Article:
Hockey Players pay tribute to Jean Beliveau
Canadians are mourning the passing of a legend, as former Montreal Canadiens captain Jean Béliveau died at age 83 on Tuesday. Béliveau was loved by hockey fans for winning 10 Stanley Cups as a player with the Canadiens, but also by those outside the arena for his service to Canada.
"He was the perfect gentleman," said former prime minister Jean Chrétien, who offered Béliveau the office of Governor General in 1994.
Béliveau rejected it for family reasons, but Chretien always held the Habs great in high regard.
"Aline and I had him [over] for dinner when we discussed the possibility and we were like fans waiting for a star to come to the residence."
Prime Minister Stephen Harper, a hockey historian himself, issued a statement and offered his condolences.
“Mr. Béliveau will be remembered as a hockey giant who inspired a nation with his outstanding skill, humility and pure love of the game," Harper said.
"His legacy lives on in the records he set, the legions of hockey players that he inspired, and the deep love he shared with his home province of Quebec.”
The Canadiens will have tributes to Béliveau over the next week and team owner Geoff Molson said the iconic figure will always be remembered with respect and love.
"We're going to give all of our fans an opportunity to celebrate such a great man," Molson said.
Many people took to social media to react to Béliveau's passing.
One of the finest centres who ever played, Béliveau helped lead the Canadiens to an unprecedented ten Stanley Cups during the 1950s and 1960s over his 20-year career.
Montreal Mayor Denis Coderre summed up the feeling surrounding the passing of the Canadiens legend when he announced that the hockey world and the entire country would be mourning this great loss.
In his years as a Canadien – a record 10 of them as captain – Béliveau would capture 10 Stanley Cup championships, two Hart Trophies as the NHL’s most valuable player, an Art Ross trophy as the league’s top scorer, and the Conn Smythe trophy awarded to the most valuable player of the playoffs.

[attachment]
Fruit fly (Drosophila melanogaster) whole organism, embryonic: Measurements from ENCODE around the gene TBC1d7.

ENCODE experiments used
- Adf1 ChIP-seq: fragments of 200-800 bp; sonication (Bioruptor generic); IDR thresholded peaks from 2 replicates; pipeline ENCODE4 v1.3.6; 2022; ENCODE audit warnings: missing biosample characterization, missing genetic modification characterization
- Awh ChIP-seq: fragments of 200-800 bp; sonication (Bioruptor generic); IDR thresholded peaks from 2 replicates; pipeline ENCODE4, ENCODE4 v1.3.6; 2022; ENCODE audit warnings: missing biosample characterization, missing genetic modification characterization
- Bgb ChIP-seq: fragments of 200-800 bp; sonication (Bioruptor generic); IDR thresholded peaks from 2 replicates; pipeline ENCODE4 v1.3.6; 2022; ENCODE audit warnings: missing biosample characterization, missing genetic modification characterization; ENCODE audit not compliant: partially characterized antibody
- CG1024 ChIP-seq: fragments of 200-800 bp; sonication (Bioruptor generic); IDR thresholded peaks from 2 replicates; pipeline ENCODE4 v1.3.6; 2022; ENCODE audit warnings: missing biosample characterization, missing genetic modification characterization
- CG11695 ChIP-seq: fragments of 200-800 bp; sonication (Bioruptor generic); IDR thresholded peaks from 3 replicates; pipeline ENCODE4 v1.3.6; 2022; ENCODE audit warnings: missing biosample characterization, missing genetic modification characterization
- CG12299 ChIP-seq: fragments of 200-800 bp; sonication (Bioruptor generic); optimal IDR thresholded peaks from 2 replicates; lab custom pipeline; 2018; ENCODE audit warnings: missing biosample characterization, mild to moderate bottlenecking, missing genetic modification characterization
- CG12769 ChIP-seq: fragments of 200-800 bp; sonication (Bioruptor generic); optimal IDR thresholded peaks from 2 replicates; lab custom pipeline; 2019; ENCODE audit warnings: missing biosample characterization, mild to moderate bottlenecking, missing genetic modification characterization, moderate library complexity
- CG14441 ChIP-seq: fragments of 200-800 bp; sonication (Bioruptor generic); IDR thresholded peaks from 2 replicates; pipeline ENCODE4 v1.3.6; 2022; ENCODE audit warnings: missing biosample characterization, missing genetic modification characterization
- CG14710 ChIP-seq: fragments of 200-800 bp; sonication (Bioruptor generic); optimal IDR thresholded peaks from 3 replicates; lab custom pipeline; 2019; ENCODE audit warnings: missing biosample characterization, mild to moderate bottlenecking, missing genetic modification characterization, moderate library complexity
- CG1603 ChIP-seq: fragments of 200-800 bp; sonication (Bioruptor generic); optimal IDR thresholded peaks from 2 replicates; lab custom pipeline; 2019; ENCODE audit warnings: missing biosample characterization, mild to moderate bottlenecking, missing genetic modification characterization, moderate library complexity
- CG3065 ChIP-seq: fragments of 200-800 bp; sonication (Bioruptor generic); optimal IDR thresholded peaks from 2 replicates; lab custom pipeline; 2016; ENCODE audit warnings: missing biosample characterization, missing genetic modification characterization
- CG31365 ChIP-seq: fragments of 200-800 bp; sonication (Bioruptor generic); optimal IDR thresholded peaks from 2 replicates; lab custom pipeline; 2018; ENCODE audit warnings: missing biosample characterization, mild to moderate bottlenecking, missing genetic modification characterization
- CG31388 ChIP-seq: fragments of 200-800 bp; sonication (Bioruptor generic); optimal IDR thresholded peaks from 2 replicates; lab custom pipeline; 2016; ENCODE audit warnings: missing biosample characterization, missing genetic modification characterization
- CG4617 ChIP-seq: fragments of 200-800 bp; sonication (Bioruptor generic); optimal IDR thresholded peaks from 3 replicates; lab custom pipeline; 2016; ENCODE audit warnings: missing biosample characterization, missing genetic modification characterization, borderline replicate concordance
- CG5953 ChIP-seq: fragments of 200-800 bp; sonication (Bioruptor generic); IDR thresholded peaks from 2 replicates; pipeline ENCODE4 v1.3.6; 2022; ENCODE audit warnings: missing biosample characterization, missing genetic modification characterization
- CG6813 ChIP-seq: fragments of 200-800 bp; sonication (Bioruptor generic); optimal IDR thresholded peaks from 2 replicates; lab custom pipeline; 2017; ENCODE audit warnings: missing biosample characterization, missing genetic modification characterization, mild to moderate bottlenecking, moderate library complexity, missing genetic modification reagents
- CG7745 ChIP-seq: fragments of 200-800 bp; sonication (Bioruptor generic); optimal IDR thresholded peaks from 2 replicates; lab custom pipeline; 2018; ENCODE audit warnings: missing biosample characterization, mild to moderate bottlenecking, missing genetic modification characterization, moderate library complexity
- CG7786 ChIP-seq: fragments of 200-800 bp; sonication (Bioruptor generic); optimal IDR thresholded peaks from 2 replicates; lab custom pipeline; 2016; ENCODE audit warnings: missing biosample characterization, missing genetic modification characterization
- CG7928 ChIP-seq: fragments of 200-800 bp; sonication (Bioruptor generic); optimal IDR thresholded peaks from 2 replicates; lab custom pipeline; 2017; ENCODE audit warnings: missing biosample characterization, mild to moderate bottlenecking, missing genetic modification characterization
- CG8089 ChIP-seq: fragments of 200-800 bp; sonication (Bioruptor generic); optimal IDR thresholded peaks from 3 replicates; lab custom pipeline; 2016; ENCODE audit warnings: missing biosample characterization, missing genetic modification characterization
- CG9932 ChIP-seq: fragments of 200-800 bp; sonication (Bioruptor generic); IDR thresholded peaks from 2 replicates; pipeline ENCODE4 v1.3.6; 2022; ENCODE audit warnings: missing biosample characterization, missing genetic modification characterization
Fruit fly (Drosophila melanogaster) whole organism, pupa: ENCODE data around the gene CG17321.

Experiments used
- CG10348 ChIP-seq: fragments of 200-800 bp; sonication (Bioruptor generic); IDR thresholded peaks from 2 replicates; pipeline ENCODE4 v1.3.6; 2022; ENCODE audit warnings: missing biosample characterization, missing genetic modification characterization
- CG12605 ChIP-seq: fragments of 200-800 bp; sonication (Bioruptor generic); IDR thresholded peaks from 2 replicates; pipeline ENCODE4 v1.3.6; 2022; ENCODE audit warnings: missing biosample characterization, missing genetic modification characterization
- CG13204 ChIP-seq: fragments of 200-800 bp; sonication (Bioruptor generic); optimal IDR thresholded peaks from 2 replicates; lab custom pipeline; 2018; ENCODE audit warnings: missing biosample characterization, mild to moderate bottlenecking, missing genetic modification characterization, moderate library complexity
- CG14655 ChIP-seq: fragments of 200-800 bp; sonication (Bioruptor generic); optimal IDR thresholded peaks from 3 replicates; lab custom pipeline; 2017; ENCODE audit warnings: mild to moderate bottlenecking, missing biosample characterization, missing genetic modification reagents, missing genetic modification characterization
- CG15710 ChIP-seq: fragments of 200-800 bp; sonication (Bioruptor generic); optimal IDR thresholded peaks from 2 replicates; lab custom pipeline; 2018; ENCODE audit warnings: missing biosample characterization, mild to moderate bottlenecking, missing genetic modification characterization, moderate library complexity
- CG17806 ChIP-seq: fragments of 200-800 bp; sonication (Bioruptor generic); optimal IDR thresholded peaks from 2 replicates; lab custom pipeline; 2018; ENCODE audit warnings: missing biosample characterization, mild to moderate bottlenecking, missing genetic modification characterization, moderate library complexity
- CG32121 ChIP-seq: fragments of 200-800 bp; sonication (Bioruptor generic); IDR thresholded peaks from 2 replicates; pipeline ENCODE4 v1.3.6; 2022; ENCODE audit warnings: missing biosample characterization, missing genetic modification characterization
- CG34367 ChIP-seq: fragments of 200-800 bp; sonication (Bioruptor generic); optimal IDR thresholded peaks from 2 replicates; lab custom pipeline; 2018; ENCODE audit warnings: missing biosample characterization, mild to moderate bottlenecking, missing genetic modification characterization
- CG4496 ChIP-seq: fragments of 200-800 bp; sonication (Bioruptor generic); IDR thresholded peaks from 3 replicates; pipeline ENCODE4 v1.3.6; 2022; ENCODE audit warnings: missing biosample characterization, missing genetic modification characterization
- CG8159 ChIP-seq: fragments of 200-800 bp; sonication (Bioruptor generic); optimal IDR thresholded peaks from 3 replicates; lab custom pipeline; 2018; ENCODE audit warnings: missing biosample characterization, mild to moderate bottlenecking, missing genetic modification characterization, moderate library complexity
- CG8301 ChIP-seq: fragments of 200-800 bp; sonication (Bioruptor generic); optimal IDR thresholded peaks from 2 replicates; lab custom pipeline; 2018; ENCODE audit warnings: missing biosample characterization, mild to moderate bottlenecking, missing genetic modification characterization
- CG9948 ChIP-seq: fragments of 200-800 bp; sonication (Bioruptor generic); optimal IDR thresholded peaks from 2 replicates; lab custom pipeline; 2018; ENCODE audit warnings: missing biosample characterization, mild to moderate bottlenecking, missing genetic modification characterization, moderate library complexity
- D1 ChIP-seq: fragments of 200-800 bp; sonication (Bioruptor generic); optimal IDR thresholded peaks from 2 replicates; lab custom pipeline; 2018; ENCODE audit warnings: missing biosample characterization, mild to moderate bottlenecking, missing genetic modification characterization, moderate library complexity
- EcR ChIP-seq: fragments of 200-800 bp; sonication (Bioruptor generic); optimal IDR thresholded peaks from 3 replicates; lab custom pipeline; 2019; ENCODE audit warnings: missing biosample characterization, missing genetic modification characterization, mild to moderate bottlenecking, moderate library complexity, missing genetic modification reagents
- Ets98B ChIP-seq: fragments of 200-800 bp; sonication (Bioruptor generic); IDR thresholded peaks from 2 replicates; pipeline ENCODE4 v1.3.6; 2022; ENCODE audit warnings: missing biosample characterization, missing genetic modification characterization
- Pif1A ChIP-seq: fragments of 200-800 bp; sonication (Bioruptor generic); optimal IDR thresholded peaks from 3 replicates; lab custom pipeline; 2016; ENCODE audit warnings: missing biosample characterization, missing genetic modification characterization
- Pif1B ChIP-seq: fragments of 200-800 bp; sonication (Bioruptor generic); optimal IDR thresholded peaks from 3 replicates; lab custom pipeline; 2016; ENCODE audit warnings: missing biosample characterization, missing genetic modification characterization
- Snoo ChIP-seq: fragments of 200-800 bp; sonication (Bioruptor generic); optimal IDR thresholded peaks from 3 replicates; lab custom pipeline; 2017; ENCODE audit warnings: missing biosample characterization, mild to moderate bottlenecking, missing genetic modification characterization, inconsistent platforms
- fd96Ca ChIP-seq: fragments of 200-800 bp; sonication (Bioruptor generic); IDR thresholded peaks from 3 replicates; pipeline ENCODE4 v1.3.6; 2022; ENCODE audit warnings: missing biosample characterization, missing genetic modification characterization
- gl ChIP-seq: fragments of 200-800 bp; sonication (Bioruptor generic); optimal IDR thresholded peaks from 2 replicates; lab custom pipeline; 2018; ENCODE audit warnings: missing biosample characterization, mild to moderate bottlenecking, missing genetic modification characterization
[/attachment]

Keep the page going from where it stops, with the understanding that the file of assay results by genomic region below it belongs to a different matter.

A strapping 6-foot-3 and 205 pounds in his playing days, he remained an imposing and dignified presence even as a silver-haired octogenarian – he was a reliable presence with Élise at Canadiens' games in their usual seats behind the home players’ bench, first at the Forum, then at the Bell Centre.
In the early 1990s, then-prime minister Brian Mulroney offered Béliveau a seat in the Senate; he declined the job on two occasions, and in 1993 told an interviewer that he did so immediately because “I didn’t want someone so important to waste a Saturday on me.”
It was some years later, Jean Chrétien, Mr. Mulroney’s successor, offered Béliveau the chance to be Governor-General, but he demurred because of his commitments to his family and grandchildren – he also suggested he wasn’t worthy of the honour.
After retiring from the game, Béliveau amassed dozens of corporate board appointments, for years, he sat on the board of Molson Breweries. He also piled up honorary degrees and civilian awards by the bushel, a testament to his tireless charitable and community work.
In the 1970s and 80s, his eponymous foundation spent millions of dollars to help youth in distressed communities – and in typical form, he did so with zero fanfare.
Record books can't do Béliveau justice, said NHL commissioner Gary Bettman.
"No record book can capture, no image can depict, no statue can convey the grandeur of the remarkable Jean Béliveau, whose elegance and skill on the ice earned the admiration of the hockey world while his humility and humanity away from the rink earned the love of fans everywhere,"
Jean Beliveau was a very classy gentleman and yet he always remained humble. Flags will be lowered in the capital and, no doubt, all over Canada, to honour Béliveau this week.
I have loved and been a devoted fan of Jean Beliveau most of my life and like my fellow Canadians will sorely miss him. Rest well and peacefully Jean. You will always be our hero.